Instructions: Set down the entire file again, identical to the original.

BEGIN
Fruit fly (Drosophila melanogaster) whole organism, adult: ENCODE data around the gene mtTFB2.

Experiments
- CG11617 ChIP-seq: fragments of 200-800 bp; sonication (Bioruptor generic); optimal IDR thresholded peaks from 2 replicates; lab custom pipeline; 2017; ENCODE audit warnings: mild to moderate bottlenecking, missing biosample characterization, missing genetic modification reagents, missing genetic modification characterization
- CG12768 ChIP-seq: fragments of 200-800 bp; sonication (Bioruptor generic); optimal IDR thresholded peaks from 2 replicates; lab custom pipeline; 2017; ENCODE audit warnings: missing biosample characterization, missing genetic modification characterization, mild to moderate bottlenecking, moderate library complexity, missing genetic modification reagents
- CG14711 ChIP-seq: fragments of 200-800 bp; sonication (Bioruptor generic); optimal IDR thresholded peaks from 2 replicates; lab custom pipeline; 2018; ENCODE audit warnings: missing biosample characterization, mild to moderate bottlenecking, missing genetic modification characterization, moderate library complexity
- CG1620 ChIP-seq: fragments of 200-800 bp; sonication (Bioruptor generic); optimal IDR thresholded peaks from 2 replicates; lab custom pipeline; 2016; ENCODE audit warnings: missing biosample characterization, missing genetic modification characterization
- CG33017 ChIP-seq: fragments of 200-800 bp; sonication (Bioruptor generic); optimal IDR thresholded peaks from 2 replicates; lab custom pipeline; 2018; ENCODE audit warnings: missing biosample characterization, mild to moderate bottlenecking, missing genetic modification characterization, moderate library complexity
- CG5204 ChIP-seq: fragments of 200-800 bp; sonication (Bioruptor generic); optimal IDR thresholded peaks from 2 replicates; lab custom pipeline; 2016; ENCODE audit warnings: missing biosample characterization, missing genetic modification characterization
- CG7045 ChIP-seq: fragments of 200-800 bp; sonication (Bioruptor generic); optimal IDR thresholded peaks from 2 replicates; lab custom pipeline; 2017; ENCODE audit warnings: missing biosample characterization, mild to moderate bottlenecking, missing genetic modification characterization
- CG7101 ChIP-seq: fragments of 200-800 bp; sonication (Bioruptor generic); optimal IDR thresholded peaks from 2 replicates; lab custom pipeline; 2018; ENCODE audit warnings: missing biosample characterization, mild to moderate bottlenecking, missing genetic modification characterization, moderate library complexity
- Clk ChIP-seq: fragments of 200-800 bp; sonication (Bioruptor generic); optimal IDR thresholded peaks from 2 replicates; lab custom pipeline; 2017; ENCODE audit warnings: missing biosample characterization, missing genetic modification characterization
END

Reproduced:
Fruit fly (Drosophila melanogaster) whole organism, adult: ENCODE data around the gene mtTFB2.

Experiments
- CG11617 ChIP-seq: fragments of 200-800 bp; sonication (Bioruptor generic); optimal IDR thresholded peaks from 2 replicates; lab custom pipeline; 2017; ENCODE audit warnings: mild to moderate bottlenecking, missing biosample characterization, missing genetic modification reagents, missing genetic modification characterization
- CG12768 ChIP-seq: fragments of 200-800 bp; sonication (Bioruptor generic); optimal IDR thresholded peaks from 2 replicates; lab custom pipeline; 2017; ENCODE audit warnings: missing biosample characterization, missing genetic modification characterization, mild to moderate bottlenecking, moderate library complexity, missing genetic modification reagents
- CG14711 ChIP-seq: fragments of 200-800 bp; sonication (Bioruptor generic); optimal IDR thresholded peaks from 2 replicates; lab custom pipeline; 2018; ENCODE audit warnings: missing biosample characterization, mild to moderate bottlenecking, missing genetic modification characterization, moderate library complexity
- CG1620 ChIP-seq: fragments of 200-800 bp; sonication (Bioruptor generic); optimal IDR thresholded peaks from 2 replicates; lab custom pipeline; 2016; ENCODE audit warnings: missing biosample characterization, missing genetic modification characterization
- CG33017 ChIP-seq: fragments of 200-800 bp; sonication (Bioruptor generic); optimal IDR thresholded peaks from 2 replicates; lab custom pipeline; 2018; ENCODE audit warnings: missing biosample characterization, mild to moderate bottlenecking, missing genetic modification characterization, moderate library complexity
- CG5204 ChIP-seq: fragments of 200-800 bp; sonication (Bioruptor generic); optimal IDR thresholded peaks from 2 replicates; lab custom pipeline; 2016; ENCODE audit warnings: missing biosample characterization, missing genetic modification characterization
- CG7045 ChIP-seq: fragments of 200-800 bp; sonication (Bioruptor generic); optimal IDR thresholded peaks from 2 replicates; lab custom pipeline; 2017; ENCODE audit warnings: missing biosample characterization, mild to moderate bottlenecking, missing genetic modification characterization
- CG7101 ChIP-seq: fragments of 200-800 bp; sonication (Bioruptor generic); optimal IDR thresholded peaks from 2 replicates; lab custom pipeline; 2018; ENCODE audit warnings: missing biosample characterization, mild to moderate bottlenecking, missing genetic modification characterization, moderate library complexity
- Clk ChIP-seq: fragments of 200-800 bp; sonication (Bioruptor generic); optimal IDR thresholded peaks from 2 replicates; lab custom pipeline; 2017; ENCODE audit warnings: missing biosample characterization, missing genetic modification characterization